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Proc Natl Acad Sci U S A. 2015 Nov 24;112(47):14694-9. doi: 10.1073/pnas.1513716112. Epub 2015 Nov 9.

Intrinsic excitability measures track antiepileptic drug action and uncover increasing/decreasing excitability over the wake/sleep cycle.

Author information

1
Section on Critical Brain Dynamics, National Institute of Mental Health, Bethesda, MD 20892; christian@meisel.de.
2
Epilepsy Center, Neurocenter, University Medical Center Freiburg, 79106 Freiburg, Germany;
3
Department of Electrical and Electronic Engineering, University of Melbourne, Parkville, VIC 3010, Australia;
4
Department of Neurology, St. Vincent's Hospital, Melbourne, University of Melbourne, Fitzroy, VIC 3065, Australia;
5
Institute of Pharmacology and Toxicology, University of Zurich, 8006 Zurich, Switzerland; Neuroscience Center Zurich, University of Zurich and ETH Zurich, 8057 Zurich, Switzerland; Zurich Center for Interdisciplinary Sleep Research, University of Zurich, 8057 Zurich, Switzerland.
6
Section on Critical Brain Dynamics, National Institute of Mental Health, Bethesda, MD 20892;

Abstract

Pathological changes in excitability of cortical tissue commonly underlie the initiation and spread of seizure activity in patients suffering from epilepsy. Accordingly, monitoring excitability and controlling its degree using antiepileptic drugs (AEDs) is of prime importance for clinical care and treatment. To date, adequate measures of excitability and action of AEDs have been difficult to identify. Recent insights into ongoing cortical activity have identified global levels of phase synchronization as measures that characterize normal levels of excitability and quantify any deviation therefrom. Here, we explore the usefulness of these intrinsic measures to quantify cortical excitability in humans. First, we observe a correlation of such markers with stimulation-evoked responses suggesting them to be viable excitability measures based on ongoing activity. Second, we report a significant covariation with the level of AED load and a wake-dependent modulation. Our results indicate that excitability in epileptic networks is effectively reduced by AEDs and suggest the proposed markers as useful candidates to quantify excitability in routine clinical conditions overcoming the limitations of electrical or magnetic stimulation. The wake-dependent time course of these metrics suggests a homeostatic role of sleep, to rebalance cortical excitability.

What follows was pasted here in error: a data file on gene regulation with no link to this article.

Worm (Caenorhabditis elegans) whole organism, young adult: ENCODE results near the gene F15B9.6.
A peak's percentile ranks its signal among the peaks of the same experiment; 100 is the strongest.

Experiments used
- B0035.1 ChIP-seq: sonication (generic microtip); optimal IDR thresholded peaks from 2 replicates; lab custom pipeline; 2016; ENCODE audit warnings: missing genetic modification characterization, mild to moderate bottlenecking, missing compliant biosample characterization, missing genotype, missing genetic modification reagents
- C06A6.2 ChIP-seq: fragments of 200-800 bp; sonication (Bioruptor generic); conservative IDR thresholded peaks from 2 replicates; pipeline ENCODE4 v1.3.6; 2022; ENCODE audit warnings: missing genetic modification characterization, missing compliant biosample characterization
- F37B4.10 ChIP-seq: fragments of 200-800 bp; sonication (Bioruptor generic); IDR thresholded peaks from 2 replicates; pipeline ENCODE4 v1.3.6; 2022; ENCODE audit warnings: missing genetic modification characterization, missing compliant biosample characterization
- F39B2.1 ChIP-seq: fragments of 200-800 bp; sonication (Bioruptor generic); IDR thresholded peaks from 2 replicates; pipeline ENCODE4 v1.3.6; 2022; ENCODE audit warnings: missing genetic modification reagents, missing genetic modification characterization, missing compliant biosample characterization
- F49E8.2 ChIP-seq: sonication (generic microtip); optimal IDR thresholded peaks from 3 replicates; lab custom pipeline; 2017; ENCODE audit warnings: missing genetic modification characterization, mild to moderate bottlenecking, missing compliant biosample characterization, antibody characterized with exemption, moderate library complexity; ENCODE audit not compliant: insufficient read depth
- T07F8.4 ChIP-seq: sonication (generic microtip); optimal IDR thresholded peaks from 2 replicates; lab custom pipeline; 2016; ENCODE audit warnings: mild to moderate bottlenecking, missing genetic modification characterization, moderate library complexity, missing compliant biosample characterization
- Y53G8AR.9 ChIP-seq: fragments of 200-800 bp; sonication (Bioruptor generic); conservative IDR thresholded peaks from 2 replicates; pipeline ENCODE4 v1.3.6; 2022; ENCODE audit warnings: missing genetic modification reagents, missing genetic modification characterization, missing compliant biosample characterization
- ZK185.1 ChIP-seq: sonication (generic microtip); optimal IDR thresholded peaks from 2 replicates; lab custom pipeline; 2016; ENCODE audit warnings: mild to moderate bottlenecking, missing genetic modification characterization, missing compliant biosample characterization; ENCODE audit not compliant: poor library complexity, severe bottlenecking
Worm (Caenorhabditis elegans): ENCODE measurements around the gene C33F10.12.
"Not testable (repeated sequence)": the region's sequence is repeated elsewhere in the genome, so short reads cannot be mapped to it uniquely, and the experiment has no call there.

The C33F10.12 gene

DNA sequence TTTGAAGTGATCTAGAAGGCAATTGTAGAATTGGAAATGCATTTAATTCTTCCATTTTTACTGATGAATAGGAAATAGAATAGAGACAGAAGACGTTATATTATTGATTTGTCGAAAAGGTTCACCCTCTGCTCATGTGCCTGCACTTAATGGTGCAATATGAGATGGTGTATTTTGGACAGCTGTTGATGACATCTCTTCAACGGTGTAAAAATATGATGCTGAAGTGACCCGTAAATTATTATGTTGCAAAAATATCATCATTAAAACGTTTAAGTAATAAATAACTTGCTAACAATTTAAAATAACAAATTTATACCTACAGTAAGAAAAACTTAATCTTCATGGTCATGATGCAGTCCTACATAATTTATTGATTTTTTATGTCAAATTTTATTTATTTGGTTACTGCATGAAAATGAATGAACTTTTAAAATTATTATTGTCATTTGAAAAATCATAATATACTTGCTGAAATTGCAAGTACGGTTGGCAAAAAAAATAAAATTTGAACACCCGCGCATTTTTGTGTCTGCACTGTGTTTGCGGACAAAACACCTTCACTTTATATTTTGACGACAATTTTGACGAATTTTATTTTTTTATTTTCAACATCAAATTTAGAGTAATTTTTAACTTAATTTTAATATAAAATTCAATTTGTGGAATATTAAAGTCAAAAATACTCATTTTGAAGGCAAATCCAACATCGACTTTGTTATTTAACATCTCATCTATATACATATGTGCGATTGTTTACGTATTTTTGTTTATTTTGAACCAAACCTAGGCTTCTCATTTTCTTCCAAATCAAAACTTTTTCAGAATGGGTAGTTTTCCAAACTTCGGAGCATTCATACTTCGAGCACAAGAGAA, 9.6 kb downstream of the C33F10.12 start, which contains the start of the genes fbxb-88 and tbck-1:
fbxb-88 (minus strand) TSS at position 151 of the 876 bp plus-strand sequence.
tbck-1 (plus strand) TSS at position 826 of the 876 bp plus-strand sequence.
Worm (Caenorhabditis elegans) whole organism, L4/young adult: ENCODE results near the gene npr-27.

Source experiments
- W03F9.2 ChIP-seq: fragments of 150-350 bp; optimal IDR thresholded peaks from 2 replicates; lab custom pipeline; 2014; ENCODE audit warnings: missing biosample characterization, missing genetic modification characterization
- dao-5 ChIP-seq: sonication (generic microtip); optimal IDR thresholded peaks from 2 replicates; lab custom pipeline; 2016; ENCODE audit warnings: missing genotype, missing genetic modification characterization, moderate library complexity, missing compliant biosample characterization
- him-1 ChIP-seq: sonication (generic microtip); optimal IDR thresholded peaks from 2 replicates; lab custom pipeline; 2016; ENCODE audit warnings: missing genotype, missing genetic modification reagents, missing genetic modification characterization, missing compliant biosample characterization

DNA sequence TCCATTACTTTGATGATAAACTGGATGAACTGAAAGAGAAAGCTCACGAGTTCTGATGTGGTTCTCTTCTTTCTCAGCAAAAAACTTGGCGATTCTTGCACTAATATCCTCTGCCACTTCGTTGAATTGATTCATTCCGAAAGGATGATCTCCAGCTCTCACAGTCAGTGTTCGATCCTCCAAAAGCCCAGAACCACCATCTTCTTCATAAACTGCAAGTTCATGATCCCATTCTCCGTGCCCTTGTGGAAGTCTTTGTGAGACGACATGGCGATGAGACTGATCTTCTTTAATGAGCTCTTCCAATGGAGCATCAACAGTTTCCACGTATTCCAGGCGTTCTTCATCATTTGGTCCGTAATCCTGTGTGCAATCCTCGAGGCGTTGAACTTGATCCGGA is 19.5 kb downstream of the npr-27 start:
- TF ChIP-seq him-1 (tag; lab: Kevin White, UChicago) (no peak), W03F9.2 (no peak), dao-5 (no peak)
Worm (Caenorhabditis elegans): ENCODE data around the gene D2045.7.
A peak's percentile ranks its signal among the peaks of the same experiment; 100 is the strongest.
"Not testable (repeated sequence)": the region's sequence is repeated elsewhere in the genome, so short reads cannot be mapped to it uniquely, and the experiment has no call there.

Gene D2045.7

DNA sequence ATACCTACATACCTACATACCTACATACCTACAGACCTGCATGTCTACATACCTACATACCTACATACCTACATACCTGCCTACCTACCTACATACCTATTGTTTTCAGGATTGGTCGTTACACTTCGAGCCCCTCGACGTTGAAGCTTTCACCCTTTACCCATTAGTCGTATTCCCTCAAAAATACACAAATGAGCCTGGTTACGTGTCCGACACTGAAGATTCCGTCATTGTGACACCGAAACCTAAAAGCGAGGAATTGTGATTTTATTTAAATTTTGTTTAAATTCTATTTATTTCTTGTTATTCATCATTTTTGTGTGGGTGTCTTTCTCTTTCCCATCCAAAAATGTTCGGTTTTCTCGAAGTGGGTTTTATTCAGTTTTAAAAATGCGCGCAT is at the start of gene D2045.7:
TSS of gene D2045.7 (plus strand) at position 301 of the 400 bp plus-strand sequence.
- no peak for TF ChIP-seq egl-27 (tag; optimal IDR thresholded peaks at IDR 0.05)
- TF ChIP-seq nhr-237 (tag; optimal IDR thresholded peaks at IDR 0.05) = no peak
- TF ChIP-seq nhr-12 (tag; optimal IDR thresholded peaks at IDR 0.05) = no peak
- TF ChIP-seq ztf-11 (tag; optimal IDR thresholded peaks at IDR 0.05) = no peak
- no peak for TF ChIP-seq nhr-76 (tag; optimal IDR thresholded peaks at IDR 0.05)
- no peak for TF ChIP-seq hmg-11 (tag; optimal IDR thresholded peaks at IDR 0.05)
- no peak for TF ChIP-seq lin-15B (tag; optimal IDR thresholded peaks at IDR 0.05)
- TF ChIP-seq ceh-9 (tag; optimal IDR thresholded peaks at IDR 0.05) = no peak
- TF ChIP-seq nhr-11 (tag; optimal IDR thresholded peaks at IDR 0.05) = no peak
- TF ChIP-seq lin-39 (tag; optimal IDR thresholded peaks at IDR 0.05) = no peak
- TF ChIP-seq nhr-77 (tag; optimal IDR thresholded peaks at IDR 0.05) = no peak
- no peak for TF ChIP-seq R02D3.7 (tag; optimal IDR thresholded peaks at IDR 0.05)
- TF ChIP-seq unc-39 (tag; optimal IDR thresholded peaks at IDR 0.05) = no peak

KEYWORDS:

epilepsy; excitability; sleep

PMID:
26554021
PMCID:
PMC4664307
DOI:
10.1073/pnas.1513716112
[Indexed for MEDLINE]
Free PMC Article

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